The beech tree (Fagus) is a slow-growing tree that averages 60 to 70 feet in height and is available in numerous cultivars. The tree will attain a canopy spread of over 50 feet which makes it ideal for an avenue planting. The lifespan of the tree tops 350 years. Beech trees produce an abundance of blue-green foliage during the summer and when autumn approaches the leaves turn a bright, dazzling yellow. The 1-inch round fruits are an excellent wintertime food source for birds. The bark of the tree is smooth and gray in appearance. The tree is commonly planted as an avenue tree in North America and Europe on larger estates.
Choose a location that offers full sunlight for the avenue. Beech trees can also be planted in partial shade.
Place each beech tree 11 yards apart. Space the trees so they line up perfectly with each other on either side of the avenue. Take a stake and pound it into the ground using a hammer, attach ribbon or rope to the stake and measure out 11 yards. Place another stake in the ground at each 11-yard interval until the avenue is finished. Where each stake is placed, plant a tree.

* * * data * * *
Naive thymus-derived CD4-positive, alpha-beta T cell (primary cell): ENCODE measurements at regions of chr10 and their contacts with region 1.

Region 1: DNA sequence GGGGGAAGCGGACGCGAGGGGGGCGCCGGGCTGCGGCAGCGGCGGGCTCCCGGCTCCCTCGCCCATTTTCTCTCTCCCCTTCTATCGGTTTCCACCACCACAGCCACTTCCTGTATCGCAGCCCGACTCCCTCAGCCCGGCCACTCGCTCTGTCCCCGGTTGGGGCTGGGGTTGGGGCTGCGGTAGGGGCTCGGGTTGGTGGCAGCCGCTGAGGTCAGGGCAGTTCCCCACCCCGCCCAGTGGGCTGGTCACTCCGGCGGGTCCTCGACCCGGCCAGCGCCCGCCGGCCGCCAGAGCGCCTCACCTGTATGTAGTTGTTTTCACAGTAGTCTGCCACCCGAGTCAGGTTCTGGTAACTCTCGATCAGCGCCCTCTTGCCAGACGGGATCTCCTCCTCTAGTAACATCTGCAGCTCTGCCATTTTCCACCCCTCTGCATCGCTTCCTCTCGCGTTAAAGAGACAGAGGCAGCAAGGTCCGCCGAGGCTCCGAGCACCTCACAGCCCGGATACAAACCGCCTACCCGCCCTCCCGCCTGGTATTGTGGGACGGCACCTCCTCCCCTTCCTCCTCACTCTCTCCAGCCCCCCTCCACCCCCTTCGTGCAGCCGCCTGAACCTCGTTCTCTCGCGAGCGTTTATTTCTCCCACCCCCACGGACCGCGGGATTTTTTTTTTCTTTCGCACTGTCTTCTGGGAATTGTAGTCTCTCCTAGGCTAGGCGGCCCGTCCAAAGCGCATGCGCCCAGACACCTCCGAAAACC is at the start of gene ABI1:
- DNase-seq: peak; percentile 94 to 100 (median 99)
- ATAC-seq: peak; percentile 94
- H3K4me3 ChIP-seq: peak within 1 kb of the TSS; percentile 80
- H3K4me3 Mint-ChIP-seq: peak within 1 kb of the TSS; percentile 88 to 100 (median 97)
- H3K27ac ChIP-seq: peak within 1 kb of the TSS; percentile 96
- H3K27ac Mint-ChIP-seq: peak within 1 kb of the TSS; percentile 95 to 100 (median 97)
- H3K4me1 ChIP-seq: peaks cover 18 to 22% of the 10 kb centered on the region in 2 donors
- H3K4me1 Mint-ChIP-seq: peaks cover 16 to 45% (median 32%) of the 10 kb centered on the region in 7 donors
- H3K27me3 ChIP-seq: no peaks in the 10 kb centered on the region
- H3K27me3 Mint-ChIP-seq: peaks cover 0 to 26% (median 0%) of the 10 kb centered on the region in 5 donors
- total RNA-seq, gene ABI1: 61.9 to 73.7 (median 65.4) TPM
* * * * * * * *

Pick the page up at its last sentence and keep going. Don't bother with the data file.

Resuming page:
Dig a hole that is twice as large as the beech tree's root ball. The soil should be well draining and contain abundant organic material. If the soil lacks organic material then add peat moss, leaf debris, bark chips, manure or sawdust at a ratio of 50 percent organic material mixed with 50 percent soil.
Water young beech trees weekly. The trees adore moist soil but not waterlogged roots. Once the trees are fully established they can withstand periods of minor drought.